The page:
A major study found that being obese does increase your heart disease risk despite studies that have suggested the contrary. A British study on 300,000 people debunked the obesity paradox.
The ‘obesity paradox’ claims that having some extra weight may actually protect your heart against disease. Yet, the latest study suggests that the claim is simply not true.
The new research published in the European Heart Journal was based on data on more than 296,000 adults within the 40-69 age range. Participants were tracked between 2006 and 2010. All volunteers were of ‘white European descent’.
- Researchers were curious to learn who was more prone to cardiovascular conditions like high blood pressure, heart attack, and stroke.
- The study revealed a link between a being overweight and higher risk of these conditions.
Obesity Does Not Protect the Heart
The risk also multiplied if the person had more fat around their waistline. People with a normal weight were at the lowest risk of cardiovascular disease. In women, that risk started to climb for every extra 5.2 kg/m2. In men, the risk was higher for every extra 4.3kg/m2.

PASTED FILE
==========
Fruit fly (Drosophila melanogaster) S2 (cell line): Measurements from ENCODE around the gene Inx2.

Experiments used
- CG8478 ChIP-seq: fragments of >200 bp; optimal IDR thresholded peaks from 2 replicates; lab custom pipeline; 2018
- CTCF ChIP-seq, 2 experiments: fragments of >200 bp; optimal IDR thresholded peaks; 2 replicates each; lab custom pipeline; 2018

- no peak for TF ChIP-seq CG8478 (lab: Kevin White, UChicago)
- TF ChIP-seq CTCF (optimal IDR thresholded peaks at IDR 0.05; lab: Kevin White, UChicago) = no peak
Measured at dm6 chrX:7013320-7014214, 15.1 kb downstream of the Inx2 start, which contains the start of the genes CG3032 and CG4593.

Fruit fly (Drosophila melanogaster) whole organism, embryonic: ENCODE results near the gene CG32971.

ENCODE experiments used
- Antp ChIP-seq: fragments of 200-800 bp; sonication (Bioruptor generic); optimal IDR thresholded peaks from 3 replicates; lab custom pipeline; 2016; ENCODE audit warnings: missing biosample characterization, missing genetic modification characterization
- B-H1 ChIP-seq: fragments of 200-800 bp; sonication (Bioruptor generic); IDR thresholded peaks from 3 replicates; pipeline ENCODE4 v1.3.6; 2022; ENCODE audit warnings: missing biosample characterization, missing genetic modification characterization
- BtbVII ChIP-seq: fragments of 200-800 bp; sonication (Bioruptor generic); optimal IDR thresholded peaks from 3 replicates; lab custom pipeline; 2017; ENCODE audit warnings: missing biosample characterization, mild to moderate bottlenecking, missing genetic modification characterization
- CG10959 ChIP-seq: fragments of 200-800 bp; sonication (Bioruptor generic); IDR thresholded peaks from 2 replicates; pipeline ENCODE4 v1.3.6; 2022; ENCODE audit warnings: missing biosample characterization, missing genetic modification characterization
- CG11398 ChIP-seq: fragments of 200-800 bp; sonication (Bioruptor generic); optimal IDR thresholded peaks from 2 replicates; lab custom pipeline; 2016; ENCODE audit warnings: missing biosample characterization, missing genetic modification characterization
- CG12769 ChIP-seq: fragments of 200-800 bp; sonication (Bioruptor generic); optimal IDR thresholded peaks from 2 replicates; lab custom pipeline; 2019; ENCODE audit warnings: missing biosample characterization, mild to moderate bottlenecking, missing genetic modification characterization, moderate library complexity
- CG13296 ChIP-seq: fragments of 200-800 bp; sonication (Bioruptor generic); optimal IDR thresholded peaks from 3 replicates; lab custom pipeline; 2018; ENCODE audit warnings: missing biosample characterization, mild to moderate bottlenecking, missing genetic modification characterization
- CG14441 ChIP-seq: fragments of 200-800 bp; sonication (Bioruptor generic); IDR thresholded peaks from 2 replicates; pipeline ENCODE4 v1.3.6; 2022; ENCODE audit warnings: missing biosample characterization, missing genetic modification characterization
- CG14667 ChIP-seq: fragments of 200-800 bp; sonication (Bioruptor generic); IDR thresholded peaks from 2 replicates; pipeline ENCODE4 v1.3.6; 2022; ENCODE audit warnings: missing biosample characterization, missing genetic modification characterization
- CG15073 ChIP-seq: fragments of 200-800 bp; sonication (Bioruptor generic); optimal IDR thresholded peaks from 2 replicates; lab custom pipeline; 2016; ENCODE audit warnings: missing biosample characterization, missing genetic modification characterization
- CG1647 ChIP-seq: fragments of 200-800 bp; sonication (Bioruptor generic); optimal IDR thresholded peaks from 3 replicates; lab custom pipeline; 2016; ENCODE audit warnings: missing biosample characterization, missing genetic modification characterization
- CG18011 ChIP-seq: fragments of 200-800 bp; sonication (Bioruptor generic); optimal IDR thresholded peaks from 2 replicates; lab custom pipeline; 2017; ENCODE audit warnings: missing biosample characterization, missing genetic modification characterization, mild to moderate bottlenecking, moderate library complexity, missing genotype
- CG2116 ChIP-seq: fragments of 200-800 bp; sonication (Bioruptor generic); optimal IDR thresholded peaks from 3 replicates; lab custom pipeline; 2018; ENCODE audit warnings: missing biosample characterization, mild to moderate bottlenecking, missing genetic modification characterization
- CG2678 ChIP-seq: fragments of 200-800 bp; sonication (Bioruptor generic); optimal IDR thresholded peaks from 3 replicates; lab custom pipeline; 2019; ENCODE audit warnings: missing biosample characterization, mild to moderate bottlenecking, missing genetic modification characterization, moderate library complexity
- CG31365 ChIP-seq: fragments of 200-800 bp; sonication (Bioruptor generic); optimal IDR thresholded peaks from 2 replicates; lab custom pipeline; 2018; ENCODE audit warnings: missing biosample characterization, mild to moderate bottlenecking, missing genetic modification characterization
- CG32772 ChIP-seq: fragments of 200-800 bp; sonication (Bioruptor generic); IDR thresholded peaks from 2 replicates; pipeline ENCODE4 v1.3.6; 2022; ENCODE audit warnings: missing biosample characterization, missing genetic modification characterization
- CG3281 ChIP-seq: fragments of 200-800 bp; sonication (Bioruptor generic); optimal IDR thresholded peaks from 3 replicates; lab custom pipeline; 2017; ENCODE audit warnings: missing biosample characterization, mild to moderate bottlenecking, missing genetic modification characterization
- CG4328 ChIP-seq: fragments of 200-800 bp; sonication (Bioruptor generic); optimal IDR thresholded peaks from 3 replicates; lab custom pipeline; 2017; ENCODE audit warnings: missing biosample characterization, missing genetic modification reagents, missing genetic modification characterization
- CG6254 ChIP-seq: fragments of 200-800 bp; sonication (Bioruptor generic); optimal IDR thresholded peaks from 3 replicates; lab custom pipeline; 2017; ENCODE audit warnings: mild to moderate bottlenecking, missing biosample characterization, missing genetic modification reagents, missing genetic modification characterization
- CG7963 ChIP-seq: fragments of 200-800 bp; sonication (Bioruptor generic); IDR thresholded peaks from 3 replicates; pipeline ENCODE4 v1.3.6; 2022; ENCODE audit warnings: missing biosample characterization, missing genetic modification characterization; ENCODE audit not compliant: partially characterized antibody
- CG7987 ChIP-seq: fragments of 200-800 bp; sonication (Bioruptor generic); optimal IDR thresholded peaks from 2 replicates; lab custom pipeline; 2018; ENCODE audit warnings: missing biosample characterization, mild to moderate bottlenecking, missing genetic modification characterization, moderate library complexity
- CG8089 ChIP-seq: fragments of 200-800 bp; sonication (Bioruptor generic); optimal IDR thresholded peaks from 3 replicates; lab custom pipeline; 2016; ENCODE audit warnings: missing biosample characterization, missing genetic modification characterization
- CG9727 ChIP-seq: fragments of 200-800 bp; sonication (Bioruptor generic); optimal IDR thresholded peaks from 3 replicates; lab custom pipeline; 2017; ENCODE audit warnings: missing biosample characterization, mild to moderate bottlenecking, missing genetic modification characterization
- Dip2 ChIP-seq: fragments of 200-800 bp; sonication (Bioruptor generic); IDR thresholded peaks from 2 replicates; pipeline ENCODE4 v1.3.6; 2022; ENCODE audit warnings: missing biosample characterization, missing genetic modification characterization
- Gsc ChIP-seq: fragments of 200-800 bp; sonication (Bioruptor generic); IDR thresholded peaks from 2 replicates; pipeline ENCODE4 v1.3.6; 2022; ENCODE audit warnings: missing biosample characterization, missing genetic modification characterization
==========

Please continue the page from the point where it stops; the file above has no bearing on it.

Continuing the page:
The study results challenge the claims of those who support the so-called obesity paradox.
Researcher Stamatina Iliodromiti underlined that extra fat does not have a ‘protective’ effect on the heart. Also, people with pre-existing disease have a higher risk of cardiovascular disease even if they have a normal weight.
Participants who had a BMI in the 22-23 kg/m2 range had a minimum cardiovascular risk. Also, the less fat around their waistlines heralded a heart disease-free future in most cases.
In February, a U.S. study revealed that being overweight or obese can ‘significantly’ increase the risk for cardiovascular conditions. That study appeared in JAMA Cardiology.
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